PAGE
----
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Three share Nobel chemistry prize

They simplified how compounds can be formed

By Malcolm Ritter and Karl Ritter
Associated Press / October 7, 2010

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NEW YORK — A method for building complex molecules has paid off by helping to fight cancer, protect crops, and make electronic devices. Now it has earned its developers a Nobel Prize.

Three men — two Japanese scientists and a researcher who was born in Springfield, Mass. — designed the technique to bind together carbon atoms, a key step in assembling the skeletons of organic compounds used in medicine, agriculture, and electronics.

Their work in the 1960s and 1970s provided “one of the most sophisticated tools available to chemists today [and] vastly improved the possibilities for chemists to create sophisticated chemicals,’’ the Nobel committee said.

The winners are Richard Heck, 79, a professor emeritus at the University of Delaware who was born in Springfield but now lives in the Philippines; Ei-ichi Negishi, 75, a chemistry professor at Purdue University in West Lafayette, Ind., and Akira Suzuki, 80, a retired professor from Hokkaido University in Sapporo, Japan.

Carbon atoms are normally resistant to pairing up. The winning approach was to use atoms of the metal palladium as a place where pairs of carbon atoms are jammed together and encouraged to bond. This idea, called palladium-catalyzed cross coupling, was easier to do than previous methods.

Heck published his initial work in 1968 and an improved method in 1972. In 1977, Negishi developed a variant of the palladium approach, and two years later Suzuki developed another.

Their methods are now widely used in industry and research.

“I don’t think anybody thinks about making a complicated organic compound without considering one of these three reactions,’’ said Keith Woerpel, a chemistry professor at New York University.

By one estimate, they are the basis for at least 25 percent of all chemical reactions in the pharmaceutical industry, said Nobel committee member Claes Gustafsson.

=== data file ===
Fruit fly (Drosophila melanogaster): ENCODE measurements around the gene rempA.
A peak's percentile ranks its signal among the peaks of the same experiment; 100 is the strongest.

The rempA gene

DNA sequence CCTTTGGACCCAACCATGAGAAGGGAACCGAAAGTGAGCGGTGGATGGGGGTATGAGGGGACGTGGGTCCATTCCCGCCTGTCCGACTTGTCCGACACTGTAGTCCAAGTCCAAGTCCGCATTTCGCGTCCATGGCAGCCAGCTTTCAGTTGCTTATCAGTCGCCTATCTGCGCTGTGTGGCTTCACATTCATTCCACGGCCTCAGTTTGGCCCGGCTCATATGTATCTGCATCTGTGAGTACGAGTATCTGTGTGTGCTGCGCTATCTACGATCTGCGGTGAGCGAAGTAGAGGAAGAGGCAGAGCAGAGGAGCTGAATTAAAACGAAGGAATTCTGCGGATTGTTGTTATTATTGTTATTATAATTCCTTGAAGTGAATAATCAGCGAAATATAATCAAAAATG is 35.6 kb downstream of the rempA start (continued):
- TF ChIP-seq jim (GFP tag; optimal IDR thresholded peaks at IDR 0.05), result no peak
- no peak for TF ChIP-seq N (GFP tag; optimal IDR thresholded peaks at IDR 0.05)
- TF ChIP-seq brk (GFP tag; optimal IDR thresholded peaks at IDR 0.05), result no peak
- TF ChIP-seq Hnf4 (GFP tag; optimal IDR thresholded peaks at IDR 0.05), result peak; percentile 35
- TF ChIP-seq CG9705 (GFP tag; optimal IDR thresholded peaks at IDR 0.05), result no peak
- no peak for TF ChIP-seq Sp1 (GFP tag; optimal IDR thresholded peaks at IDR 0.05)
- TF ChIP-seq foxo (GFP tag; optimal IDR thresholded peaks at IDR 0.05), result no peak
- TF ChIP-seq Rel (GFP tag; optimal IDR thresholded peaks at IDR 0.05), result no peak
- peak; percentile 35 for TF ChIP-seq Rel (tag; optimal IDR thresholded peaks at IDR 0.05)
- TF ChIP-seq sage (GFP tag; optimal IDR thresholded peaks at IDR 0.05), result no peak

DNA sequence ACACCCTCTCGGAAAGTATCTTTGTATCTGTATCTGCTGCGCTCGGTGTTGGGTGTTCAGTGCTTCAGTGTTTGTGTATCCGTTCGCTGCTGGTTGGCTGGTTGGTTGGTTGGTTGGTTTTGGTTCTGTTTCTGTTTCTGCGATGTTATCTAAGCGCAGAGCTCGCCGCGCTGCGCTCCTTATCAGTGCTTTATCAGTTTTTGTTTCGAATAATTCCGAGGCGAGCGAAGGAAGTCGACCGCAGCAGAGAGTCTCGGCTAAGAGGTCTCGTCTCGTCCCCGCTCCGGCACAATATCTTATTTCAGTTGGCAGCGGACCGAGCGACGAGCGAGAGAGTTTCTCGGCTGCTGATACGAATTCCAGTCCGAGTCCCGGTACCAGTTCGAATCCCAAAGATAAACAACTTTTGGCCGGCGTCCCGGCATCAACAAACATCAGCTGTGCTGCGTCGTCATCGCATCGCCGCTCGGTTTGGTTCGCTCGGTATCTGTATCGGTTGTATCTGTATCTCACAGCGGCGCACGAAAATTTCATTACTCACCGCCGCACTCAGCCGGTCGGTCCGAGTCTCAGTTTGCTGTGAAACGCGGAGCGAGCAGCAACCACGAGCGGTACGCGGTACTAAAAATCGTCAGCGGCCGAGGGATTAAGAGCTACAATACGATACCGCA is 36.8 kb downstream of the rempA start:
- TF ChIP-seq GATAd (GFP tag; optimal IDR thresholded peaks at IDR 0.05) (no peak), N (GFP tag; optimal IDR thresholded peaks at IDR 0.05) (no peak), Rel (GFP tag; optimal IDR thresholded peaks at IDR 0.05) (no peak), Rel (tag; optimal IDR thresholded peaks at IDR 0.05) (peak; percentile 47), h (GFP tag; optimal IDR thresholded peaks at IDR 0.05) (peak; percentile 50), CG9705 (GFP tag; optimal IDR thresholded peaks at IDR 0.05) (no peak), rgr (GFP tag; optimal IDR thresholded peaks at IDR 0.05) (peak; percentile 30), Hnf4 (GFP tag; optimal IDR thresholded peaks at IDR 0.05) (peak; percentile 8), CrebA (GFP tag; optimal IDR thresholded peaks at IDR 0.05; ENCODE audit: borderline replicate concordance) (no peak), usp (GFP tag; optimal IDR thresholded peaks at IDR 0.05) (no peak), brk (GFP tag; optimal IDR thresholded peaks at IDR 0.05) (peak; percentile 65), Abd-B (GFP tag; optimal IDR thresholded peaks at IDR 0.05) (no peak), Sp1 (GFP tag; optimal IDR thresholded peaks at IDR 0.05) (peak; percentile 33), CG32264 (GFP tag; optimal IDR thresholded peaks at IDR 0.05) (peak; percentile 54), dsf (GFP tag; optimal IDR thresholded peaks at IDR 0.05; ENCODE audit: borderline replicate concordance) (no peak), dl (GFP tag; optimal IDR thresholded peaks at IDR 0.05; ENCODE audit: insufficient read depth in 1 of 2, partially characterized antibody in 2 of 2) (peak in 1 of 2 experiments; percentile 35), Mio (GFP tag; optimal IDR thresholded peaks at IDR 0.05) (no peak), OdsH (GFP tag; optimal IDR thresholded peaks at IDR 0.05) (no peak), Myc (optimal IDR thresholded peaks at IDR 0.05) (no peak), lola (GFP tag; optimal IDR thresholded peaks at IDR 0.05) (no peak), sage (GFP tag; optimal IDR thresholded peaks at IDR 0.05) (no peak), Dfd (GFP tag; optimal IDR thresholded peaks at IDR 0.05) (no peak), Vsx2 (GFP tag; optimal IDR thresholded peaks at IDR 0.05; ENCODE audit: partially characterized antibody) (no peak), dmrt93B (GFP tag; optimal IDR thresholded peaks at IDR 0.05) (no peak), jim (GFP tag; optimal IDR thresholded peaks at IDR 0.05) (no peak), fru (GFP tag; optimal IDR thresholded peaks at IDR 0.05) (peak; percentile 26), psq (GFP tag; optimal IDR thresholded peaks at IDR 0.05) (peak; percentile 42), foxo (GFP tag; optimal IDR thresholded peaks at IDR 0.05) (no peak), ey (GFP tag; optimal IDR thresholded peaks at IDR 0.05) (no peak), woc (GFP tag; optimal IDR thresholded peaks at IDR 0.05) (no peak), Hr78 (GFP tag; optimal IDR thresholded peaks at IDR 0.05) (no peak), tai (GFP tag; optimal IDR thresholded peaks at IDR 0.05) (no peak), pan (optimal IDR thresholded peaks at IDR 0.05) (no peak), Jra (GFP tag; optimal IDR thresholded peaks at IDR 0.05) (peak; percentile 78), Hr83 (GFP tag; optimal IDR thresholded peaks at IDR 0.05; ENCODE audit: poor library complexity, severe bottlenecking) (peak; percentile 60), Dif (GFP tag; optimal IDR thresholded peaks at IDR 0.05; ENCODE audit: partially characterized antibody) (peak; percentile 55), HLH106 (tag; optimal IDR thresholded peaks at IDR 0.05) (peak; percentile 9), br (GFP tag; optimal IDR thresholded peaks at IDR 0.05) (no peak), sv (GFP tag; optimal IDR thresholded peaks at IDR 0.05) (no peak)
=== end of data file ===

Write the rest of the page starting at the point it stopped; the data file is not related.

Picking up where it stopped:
That includes the production of the common painkiller naproxen, widely sold as Aleve and other brands; new antibiotics; an asthma drug; and a synthetic version of a substance from a marine sponge that might fight cancer. Heck’s work was adapted to make the cancer drug Taxol, steroids, and morphine, the Nobel committee said.

In agriculture, the palladium approach is used to make chemicals that protect crops from fungi and other pests. And the electronics industry uses the approach for coating electronic circuits and as a tool for developing future computer screens that are thinner, Nobel committee member Jan-Erling Backvall said.

Jeremy Berg, director of the National Institute of General Medical Sciences in Bethesda, Md., said the three winners did “very fundamental and important work.’’

Bonds between carbon atoms “are really the lifeblood of the ability to make organic compounds,’’ Berg said. “Making the carbon-carbon bond is really sort of the framework. It’s like the framing of a house. You can add on other pieces later on, but the carbon-carbon formation is really a key part of it.’’

The palladium approach makes carbon atoms bond “very easily, very cleanly,’’ said Joseph Francisco, president of the American Chemical Society and a colleague of Negishi’s in Purdue’s chemistry department.

Heck, who received his undergraduate degree and doctorate from the University of California at Los Angeles, was the only American among the Nobel science winners this year. In recent years, there have been at least two US scientists among the medicine, physics, and chemistry laureates.

Heck, who has retired from active research, said the award would probably not spur any major change in his settled life in the Philippines, where he lives with his Filipino wife and tends to an orchid garden and pet birds.

“It’s a nice thing to have, but I don’t think this is going to change my life. I’m too old,’’ Heck said in an interview in his suburban Manila home.

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